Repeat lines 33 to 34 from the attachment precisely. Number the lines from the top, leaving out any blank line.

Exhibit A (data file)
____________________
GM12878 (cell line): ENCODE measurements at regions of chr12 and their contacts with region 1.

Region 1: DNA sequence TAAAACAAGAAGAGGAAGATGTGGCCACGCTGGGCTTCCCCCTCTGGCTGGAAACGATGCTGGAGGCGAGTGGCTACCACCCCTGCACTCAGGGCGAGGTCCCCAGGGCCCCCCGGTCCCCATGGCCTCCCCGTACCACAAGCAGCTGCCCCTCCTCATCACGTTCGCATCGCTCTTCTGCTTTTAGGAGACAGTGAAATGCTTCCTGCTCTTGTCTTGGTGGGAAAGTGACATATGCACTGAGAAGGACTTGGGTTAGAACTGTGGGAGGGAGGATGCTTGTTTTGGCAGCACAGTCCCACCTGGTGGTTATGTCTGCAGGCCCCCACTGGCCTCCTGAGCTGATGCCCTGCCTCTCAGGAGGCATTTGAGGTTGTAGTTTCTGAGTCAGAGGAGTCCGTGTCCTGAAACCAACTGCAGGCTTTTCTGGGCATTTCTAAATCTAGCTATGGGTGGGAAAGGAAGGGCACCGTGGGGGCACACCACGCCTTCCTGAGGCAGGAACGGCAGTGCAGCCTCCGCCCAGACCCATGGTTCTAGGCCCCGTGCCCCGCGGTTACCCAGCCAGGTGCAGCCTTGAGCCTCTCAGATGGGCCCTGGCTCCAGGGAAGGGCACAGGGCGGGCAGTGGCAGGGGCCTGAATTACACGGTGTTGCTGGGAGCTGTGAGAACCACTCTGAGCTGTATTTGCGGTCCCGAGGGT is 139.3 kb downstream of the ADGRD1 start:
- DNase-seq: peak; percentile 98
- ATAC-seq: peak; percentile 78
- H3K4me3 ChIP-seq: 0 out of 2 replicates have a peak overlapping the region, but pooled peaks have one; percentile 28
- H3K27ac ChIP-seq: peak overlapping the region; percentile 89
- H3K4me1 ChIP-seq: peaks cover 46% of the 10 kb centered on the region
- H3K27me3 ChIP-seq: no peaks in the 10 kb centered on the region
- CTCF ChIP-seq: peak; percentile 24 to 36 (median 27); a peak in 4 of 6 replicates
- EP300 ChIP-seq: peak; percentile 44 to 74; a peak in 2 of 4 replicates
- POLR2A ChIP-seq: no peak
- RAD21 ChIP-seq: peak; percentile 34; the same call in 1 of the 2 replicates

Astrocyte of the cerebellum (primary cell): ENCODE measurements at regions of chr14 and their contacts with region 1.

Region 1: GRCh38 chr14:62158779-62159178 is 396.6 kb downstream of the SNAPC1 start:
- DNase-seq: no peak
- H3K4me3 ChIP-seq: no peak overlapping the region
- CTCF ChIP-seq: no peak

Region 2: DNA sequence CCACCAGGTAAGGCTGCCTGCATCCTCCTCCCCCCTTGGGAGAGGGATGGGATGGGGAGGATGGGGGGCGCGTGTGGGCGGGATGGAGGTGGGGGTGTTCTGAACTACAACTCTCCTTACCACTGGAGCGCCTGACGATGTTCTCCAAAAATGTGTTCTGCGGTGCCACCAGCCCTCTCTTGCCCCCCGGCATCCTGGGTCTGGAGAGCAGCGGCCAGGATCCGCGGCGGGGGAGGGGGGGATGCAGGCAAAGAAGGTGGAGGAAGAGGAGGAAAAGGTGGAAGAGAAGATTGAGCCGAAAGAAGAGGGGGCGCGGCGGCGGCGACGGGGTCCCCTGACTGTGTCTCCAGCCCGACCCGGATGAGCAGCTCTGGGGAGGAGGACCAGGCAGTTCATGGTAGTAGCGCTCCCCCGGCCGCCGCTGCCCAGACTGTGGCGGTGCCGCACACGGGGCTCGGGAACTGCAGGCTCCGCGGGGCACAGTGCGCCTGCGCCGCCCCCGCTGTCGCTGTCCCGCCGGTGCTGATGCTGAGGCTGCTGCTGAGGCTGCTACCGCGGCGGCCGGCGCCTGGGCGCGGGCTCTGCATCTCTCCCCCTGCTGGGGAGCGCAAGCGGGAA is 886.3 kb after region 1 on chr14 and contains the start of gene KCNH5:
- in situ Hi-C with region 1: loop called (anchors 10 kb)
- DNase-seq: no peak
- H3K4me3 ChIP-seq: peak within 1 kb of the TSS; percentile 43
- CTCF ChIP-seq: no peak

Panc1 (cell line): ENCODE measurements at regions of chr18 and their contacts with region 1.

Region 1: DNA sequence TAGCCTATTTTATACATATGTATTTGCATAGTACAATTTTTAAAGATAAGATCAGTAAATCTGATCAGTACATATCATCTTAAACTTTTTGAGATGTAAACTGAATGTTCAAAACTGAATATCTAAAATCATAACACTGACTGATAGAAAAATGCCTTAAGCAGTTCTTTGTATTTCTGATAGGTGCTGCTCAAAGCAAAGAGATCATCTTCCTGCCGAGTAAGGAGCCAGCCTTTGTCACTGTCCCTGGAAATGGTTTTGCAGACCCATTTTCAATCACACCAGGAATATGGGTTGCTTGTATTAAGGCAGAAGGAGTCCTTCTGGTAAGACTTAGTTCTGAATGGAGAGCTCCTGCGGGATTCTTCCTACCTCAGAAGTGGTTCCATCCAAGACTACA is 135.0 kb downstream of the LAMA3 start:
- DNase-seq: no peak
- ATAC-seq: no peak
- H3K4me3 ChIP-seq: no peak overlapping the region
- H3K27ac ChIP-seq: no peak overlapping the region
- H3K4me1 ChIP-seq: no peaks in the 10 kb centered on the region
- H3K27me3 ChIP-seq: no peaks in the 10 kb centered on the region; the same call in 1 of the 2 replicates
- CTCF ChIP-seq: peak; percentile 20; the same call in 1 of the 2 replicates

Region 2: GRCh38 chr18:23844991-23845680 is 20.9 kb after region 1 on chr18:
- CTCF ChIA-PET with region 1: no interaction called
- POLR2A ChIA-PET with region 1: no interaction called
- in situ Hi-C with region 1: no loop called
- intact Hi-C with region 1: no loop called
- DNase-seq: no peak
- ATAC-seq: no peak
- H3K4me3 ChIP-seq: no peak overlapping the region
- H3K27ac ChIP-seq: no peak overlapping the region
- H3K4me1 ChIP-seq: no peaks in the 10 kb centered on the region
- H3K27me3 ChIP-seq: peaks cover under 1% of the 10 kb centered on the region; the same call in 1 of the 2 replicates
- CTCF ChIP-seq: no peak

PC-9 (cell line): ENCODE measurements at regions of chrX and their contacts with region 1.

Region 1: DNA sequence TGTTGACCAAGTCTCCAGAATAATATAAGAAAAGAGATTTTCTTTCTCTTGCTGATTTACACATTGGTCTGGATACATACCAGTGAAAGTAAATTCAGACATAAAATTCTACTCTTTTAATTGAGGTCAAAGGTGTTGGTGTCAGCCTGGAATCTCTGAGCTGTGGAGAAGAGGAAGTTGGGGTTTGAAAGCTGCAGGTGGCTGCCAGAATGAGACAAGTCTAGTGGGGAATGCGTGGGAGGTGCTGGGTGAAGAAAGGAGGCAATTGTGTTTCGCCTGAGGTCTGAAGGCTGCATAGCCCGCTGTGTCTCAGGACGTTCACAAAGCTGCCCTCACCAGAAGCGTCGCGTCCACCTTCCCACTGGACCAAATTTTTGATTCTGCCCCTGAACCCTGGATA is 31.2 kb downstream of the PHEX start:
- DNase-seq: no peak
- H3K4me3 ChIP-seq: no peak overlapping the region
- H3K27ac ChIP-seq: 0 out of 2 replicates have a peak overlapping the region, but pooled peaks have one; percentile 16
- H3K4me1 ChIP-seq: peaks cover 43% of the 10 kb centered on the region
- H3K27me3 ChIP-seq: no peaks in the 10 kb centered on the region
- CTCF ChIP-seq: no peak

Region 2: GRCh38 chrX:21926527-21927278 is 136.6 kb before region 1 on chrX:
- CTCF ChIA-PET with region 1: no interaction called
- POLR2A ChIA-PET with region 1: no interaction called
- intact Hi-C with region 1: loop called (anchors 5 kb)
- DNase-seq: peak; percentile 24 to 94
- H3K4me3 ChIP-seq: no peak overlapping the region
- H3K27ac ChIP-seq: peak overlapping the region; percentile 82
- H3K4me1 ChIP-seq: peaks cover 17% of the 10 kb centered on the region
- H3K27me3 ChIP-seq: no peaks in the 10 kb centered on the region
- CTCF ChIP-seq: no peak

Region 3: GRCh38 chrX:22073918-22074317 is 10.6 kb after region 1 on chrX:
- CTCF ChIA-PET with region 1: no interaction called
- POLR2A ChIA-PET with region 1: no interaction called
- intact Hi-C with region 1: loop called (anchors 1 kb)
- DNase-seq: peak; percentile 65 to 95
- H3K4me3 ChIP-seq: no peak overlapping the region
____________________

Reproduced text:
- CTCF ChIA-PET with region 1: no interaction called
- POLR2A ChIA-PET with region 1: no interaction called